Gas Processing MLPs Hurt as Most Nat Gas Liquids Prices Declined


Research Highlights

-Many natural gas processors have contracts that are sensitive to prices in natural gas and natural gas liquids (NGLs).

-Frac spreads reached ~$30/barrel in mid-February but have recently traded down to current levels of below $23/barrel.

-On a week-over-week basis, the metric increased by 6% for the week ended June 14, from $23.99/barrel to $22.64/barrel.

Some market participants view fractionation spreads (also called "frac spreads") as one indication of the profitability of some natural gas processing companies. Frac spreads are dependent on natural gas liquids ( NGL ) and natural gas prices, and increase when NGL prices increase relative to natural gas prices. Generally, natural gas processing companies such as MarkWest Energy ( MWE ), Targa Resources ( NGLS ), Williams Partners ( WPZ ), and DCP Midstream Partners ( DPM ) realize more profits when frac spreads increase. Last week, natural gas prices decreased 2%, however, most NGL prices decreased by more which caused frac spreads to decrease.

The heavier NGLs (such as natural gasoline) tend to trade directionally with crude oil, which increased last week as did natural gasoline. Additionally ethane tends to trade more in line with natural gas, which declined on the week, though certain NGL specific dynamics could have caused the steep declines in ethane, propane, and butane this week.

As aforementioned, the commodity price movement ultimately resulted in a lower frac spread week-over-week. Natural gas prices fell slightly on the week and news sources speculated that traders anticipated milder weather creating less natural gas demand as well as a greater than anticipated increase in natural gas inventories. Meanwhile, most natural gas liquids prices dropped but more sharply than natural gas so that frac spreads ultimately traded down on the week.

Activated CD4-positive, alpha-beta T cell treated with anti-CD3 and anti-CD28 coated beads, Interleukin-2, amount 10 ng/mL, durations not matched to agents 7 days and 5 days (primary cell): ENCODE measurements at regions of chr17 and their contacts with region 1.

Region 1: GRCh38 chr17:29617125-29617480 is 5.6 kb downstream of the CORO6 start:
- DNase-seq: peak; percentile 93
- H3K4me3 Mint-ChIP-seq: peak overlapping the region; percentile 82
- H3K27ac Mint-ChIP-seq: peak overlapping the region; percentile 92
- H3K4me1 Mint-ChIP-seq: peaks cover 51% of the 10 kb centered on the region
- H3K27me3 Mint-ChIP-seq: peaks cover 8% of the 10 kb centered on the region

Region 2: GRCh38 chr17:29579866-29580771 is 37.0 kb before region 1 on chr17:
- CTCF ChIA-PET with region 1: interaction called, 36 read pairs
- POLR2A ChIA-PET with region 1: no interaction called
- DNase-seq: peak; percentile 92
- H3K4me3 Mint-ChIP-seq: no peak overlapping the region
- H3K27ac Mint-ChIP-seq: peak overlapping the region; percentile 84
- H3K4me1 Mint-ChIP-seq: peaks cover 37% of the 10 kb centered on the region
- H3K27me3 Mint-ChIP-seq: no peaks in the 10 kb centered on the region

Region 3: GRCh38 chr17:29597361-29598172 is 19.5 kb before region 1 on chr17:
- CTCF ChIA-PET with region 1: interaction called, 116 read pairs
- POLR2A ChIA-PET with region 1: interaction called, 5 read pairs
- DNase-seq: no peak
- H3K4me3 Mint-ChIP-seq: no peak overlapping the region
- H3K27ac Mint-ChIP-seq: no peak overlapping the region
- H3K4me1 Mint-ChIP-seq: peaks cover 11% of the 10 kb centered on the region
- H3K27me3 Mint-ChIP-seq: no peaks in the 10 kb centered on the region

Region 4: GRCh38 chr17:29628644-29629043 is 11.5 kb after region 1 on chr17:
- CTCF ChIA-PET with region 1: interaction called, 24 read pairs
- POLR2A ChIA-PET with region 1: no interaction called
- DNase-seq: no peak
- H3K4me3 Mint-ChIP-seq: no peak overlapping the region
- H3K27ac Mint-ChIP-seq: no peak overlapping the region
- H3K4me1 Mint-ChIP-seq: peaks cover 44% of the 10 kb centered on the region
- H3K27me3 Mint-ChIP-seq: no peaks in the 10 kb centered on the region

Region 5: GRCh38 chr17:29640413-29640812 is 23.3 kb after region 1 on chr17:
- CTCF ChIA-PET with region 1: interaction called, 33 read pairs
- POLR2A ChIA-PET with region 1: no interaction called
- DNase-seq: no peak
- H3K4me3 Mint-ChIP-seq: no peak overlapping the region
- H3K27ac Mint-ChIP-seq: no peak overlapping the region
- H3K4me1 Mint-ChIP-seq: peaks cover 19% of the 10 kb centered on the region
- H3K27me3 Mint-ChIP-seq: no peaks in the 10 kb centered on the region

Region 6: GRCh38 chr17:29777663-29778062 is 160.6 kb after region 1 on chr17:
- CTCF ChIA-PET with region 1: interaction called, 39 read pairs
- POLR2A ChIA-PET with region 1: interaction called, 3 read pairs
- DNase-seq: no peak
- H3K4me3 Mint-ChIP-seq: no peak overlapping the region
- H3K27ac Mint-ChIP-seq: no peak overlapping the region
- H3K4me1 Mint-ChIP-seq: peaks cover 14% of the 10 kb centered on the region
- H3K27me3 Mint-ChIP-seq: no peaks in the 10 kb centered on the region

For a period, frac spreads increased to $40-50/bbl due to depressed natural gas prices while NGL prices had remained relatively robust. Over the last year, frac spreads have declined largely due to the sharp drop in prices in ethane and propane.

As aforementioned, the decline in ethane and propane prices has been a consequence of the "shale revolution" boom, as natural gas shales rich in NGLs have experienced rapid development, resulting in the market being flooded with new NGL supply. While the excess supply of ethane and propane had been absorbed at first by the chemicals industry, much of the capacity for chemical companies to process ethane and propane has been soaked up.

Once more capacity for processing ethane and propane comes online or more NGL export capacity is constructed, this could provide additional long term demand for these commodities and result in higher frac spreads. Several midstream companies have noted that they are working on such projects, however, the timeline for the completion of these works is over the next several years. Additionally, even if demand for these NGLs grows as a result of completed infrastructure, the supply of NGLs also continues to grow and if supply meets or outstrips demand, the prices of ethane and propane may continue to be depressed. Circling back to a short-term perspective, last week frac spreads decreased by 6%, which was a negative catalyst. However, since early February, fractionation spreads have decreased by over 25% resulting in a negative medium-term catalyst for gas processors such as MWE, NGLS, WPZ, and DPM, many of which are also components of the Alerian MLP ETF (AMLP).

The views and opinions expressed herein are the views and opinions of the author and do not necessarily reflect those of The NASDAQ OMX Group, Inc.

Copyright (C) 2014 All rights reserved. Unauthorized reproduction is strictly prohibited.

This article appears in: Investing , Commodities

Referenced Stocks: DPM , MWE , NGL , NGLS , WPZ

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